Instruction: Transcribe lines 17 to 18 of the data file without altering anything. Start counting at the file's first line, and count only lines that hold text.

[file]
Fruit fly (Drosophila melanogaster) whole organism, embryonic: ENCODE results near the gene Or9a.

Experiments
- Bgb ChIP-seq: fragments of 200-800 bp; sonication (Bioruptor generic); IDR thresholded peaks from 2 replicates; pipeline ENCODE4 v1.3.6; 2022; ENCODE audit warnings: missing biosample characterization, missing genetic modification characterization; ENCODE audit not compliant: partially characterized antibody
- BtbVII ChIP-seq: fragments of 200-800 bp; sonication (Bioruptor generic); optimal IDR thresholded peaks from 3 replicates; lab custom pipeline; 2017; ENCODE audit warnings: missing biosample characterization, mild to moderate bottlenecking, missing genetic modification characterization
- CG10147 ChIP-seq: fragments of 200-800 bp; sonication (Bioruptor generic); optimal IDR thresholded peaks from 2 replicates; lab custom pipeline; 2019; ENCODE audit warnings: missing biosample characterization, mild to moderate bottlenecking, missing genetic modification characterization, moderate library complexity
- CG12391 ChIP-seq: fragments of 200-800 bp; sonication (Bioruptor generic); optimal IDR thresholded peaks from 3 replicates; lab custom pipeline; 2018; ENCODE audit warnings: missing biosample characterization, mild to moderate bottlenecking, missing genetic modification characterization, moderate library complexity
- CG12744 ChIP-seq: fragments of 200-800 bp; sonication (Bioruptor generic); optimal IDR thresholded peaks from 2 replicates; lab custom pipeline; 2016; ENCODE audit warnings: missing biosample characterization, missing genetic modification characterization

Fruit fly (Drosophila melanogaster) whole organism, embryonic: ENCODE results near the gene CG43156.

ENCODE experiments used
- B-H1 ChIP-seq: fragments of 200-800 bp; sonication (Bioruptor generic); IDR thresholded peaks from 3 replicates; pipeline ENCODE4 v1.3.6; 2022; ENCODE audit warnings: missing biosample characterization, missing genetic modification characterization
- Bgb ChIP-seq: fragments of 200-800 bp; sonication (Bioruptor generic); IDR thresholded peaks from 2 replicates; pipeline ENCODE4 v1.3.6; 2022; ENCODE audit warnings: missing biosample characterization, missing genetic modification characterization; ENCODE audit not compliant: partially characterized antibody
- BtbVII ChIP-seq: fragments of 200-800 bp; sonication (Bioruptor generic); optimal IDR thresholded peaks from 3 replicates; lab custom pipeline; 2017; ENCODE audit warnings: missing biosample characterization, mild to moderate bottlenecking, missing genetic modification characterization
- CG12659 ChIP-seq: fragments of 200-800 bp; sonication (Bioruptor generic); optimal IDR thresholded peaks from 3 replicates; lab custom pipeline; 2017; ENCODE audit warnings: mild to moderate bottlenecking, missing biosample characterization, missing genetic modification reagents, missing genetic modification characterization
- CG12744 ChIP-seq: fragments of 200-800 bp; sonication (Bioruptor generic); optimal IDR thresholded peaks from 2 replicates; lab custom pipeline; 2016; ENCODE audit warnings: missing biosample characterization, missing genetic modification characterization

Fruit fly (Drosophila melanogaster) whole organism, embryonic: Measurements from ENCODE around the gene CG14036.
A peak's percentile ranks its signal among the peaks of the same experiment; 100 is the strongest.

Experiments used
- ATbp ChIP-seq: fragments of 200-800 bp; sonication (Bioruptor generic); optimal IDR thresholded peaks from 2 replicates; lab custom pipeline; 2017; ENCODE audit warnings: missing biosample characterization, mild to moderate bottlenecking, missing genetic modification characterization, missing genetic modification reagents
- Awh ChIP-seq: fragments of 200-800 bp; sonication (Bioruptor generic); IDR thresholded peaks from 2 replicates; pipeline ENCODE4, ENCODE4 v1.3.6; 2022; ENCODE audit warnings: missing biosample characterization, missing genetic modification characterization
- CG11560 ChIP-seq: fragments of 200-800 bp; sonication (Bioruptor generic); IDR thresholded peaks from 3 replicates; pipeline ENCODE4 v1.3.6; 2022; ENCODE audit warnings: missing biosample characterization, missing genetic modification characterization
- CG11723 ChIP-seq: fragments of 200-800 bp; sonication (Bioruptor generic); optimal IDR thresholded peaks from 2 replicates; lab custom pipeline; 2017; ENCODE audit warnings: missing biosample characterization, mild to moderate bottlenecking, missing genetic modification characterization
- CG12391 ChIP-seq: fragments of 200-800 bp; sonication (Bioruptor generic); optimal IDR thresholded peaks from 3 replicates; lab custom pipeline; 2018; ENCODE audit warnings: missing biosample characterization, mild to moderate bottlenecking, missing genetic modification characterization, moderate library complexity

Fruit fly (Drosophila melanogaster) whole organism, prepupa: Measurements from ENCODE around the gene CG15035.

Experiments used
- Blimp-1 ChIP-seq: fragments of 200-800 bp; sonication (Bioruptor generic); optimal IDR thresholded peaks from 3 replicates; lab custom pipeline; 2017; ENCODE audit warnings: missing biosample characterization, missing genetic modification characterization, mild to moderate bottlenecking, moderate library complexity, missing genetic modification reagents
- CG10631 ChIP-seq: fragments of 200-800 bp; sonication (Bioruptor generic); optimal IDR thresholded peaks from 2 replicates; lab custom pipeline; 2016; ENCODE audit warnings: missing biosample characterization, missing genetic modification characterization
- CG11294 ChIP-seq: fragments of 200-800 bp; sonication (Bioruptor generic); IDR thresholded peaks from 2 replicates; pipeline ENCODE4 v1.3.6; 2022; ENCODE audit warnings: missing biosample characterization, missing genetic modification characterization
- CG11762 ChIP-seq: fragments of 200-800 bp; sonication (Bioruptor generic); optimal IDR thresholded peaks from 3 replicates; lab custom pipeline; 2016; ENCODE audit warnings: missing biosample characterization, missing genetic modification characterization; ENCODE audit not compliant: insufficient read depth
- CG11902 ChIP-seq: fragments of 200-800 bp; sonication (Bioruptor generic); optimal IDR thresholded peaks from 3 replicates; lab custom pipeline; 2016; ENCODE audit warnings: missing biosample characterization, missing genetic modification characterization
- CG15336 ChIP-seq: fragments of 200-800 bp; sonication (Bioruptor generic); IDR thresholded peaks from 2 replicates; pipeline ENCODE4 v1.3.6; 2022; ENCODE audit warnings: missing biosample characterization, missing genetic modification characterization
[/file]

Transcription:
Experiments used
- ATbp ChIP-seq: fragments of 200-800 bp; sonication (Bioruptor generic); optimal IDR thresholded peaks from 2 replicates; lab custom pipeline; 2017; ENCODE audit warnings: missing biosample characterization, mild to moderate bottlenecking, missing genetic modification characterization, missing genetic modification reagents